32   168,807  160,201  49.60%  47.10%
33   111,727   40,264  71.10%  25.60%
34   105,427   86,391  53.30%  43.70%
35   173,994   82,414  64.70%  30.60%
36    76,511  216,585  25.40%  72.00%


Dist Meachum    HechtMeachum%  Hecht%
=====================================
01    79,995  215,240  26.60%  71.50%
02   154,787  179,887  45.20%  52.50%
03   185,076  220,662  44.60%  53.10%
04    79,667  253,119  23.50%  74.50%
05   101,813  172,186  36.40%  61.50%
06   155,372  175,793  45.80%  51.80%
07   149,348  154,058  48.20%  49.70%
08    99,434  272,277  26.20%  71.60%
09   170,611   52,213  75.00%  22.90%
10   188,253  212,284  45.80%  51.60%
11    56,146  228,708  19.30%  78.50%
12   129,478  225,206  35.50%  61.80%
13    51,303  214,434  18.90%  78.90%
14   118,324  181,521  38.50%  59.10%
15   115,046  103,787  51.20%  46.20%
16   149,828   73,267  64.20%  31.40%
17   126,952  170,378  41.50%  55.70%
18   179,178   58,684  73.50%  24.10%
19    66,333  190,784  25.20%  72.30%
20   166,733   93,546  62.00%  34.80%
21   200,216  237,189  44.50%  52.80%
22   188,187  210,138  46.30%  51.70%
23   138,391  143,522  47.70%  49.50%
24   164,386  168,747  48.10%  49.40%
25   162,591  218,370  41.60%  55.80%
26   168,621  251,426  39.10%  58.30%
27   100,675  164,273  37.10%  60.50%
28   122,263   99,666  53.50%  43.60%
29   101,662   48,349  66.00%  31.40%
30   207,327   50,760  78.50%  19.20%
31   172,531  198,717  45.00%  51.80%
32   169,325  163,993  49.60%  48.10%
33   112,876   40,077  71.80%  25.50%
34   104,142   84,361  53.80%  43.50%
35   177,097   82,098  66.00%  30.60%
36    78,170  216,153  26.00%  71.90%

	
Dist  Sadler     Cruz Sadler%   Cruz%
=====================================
01    76,441  169,490  30.55%  67.74%
02    84,949  155,605  34.35%  62.92%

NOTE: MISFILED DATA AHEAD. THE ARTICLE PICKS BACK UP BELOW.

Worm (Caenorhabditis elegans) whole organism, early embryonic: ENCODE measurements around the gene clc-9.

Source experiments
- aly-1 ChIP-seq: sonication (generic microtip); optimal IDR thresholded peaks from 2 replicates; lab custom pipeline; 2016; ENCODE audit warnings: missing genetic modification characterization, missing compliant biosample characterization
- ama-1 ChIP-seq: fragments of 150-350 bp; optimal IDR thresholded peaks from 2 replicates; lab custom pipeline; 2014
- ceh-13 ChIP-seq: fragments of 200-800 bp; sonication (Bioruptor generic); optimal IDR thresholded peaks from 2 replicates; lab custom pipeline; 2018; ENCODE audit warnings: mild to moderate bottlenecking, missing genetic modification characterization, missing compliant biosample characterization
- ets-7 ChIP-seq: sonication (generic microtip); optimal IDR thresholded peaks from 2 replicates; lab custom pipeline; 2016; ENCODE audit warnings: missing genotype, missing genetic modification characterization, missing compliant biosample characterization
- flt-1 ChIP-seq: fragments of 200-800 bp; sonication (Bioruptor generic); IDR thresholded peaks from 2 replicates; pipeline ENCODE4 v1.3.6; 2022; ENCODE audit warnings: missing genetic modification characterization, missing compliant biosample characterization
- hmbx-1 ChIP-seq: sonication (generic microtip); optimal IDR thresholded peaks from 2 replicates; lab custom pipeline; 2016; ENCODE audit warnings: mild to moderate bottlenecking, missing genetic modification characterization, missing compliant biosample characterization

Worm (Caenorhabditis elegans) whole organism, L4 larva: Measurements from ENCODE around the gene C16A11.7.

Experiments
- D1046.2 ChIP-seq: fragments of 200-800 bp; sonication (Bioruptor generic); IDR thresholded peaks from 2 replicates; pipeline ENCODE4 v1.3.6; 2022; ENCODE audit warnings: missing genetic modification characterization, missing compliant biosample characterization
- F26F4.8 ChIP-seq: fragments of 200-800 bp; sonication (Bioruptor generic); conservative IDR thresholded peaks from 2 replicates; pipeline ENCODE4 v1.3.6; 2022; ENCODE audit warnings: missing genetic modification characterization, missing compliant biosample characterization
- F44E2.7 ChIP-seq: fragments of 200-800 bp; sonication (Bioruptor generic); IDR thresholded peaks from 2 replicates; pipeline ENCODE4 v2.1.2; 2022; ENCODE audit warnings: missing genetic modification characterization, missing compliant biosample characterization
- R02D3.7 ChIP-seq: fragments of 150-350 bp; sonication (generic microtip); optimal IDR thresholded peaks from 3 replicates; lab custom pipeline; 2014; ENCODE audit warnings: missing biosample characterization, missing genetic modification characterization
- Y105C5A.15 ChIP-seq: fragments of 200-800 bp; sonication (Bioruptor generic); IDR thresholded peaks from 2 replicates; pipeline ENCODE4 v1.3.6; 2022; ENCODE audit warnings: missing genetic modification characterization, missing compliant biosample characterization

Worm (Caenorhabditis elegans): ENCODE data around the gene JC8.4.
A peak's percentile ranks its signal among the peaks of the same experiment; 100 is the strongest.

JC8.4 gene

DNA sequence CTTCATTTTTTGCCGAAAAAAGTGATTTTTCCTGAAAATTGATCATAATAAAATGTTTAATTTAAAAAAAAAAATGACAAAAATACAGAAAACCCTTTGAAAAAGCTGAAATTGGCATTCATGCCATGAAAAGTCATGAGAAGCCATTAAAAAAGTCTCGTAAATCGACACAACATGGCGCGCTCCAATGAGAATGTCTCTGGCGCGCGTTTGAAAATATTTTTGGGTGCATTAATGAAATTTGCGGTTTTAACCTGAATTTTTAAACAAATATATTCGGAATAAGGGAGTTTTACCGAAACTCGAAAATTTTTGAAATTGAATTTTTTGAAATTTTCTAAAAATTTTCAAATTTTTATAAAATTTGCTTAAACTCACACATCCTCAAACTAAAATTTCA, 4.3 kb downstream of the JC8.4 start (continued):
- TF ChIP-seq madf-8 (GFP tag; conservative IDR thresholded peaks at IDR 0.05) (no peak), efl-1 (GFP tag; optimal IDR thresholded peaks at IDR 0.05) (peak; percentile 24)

03    88,929  168,511  33.52%  63.52%
04    69,154  174,833  27.60%  69.79%
05    73,712  130,916  35.14%  62.41%
06   100,573  143,297  40.12%  57.16%
07    89,471  141,393  37.73%  59.63%
08    55,146  190,627  21.88%  75.64%
09   140,231   40,235  76.35%  21.91%
10   103,526  154,293  38.76%  57.76%
11    45,258  175,607  19.93%  77.32%
12    77,255  162,670  31.22%  65.74%
13    43,022  175,896  19.12%  78.17%
14    97,493  142,172  39.77%  58.00%
15    79,486   62,277  54.55%  42.74%
16    91,289   56,636  59.66%  37.02%
17    82,118  130,507  37.31%  59.30%
18   145,099   45,871  74.37%  23.51%
19    52,070  155,195  24.37%  72.65%
20   106,970   73,209  57.47%  39.33%
21   115,768  181,094  37.32%  58.38%
22    90,475  157,006  35.74%  62.02%
23    86,229   98,379  45.28%  51.66%
24    90,672  147,419  36.88%  59.97%
25   101,059  155,304  37.79%  58.07%
26    77,304  173,933  29.66%  66.74%
27    81,169  125,913  38.11%  59.12%
28    90,481   68,096  55.14%  41.50%
29    71,504   38,959  63.27%  34.47%
30   168,805   44,782  77.58%  20.58%
31    89,486  138,886  37.46%  58.13%
32   103,610  141,469  41.03%  56.03%
33    81,568   33,956  68.96%  28.71%
34    79,622   60,126  55.23%  41.71%
35   101,470   56,450  61.37%  34.14%
36    63,070  168,072  26.66%  71.04%


Dist   Henry    Cradd  Henry%  Cradd%
=====================================
01    67,992  170,189  27.73%  69.41%	
02    78,359  155,155  32.30%  63.95%	
03    80,078  167,247  31.02%  64.80%	
04    64,908  170,969  26.53%  69.87%	
05    69,401  129,245  33.75%  62.86%	
06    96,386  141,220  39.03%  57.18%	
07    80,266  143,409  34.60%  61.81%	
08    51,716  188,005  20.83%  75.74%	
09   138,893   39,120  76.19%  21.46%	
10    94,282  153,321  36.00%  58.54%	
11    44,310  171,250  19.77%  76.42%	
12    72,582  160,255  29.85%  65.90%	
13    42,402  171,310  19.15%  77.36%	
14    96,221  137,169  39.91%  56.89%	
15    81,120   56,697  56.51%  39.50%	
16    90,256   49,563  60.67%  33.31%	
17    77,899  126,329  36.20%  58.70%	
18   142,749   44,416  73.97%  23.01%	
19    50,735  150,643  24.17%  71.76%	
20   102,998   72,019  56.19%  39.29%	
21   103,442  181,345  34.03%  59.66%	
22    85,869  155,271  34.42%  62.24%	
23    85,204   92,976  45.63%  49.79%	
24    83,119  146,534  34.52%  60.85%	
25    92,074  153,051  35.16%  58.44%	
26    71,177  172,026  27.82%  67.24%	
27    79,313  120,235  38.16%  57.84%	
28    94,545   59,311  58.53%  36.72%	
29    72,681   35,059  65.14%  31.42%	
30   166,852   43,206  77.43%  20.05%	
31    82,045  136,810  35.10%  58.52%	
32    92,896  143,313  37.69%  58.15%	
33    81,885   30,941  69.96%  26.43%	
34    82,924   50,769  58.78%  35.99%	
35    97,431   55,398  59.79%  34.00%	
36    62,309  161,751  26.88%  69.79%


Dist   Petty    Hecht  Petty%  Hecht%
=====================================
01    71,467  163,306  29.37%  67.11%
02    84,472  147,576  35.05%  61.23%
03    85,368  161,072  33.16%  62.56%
04    68,551  163,313  28.26%  67.31%
05    72,559  123,012  35.59%  60.34%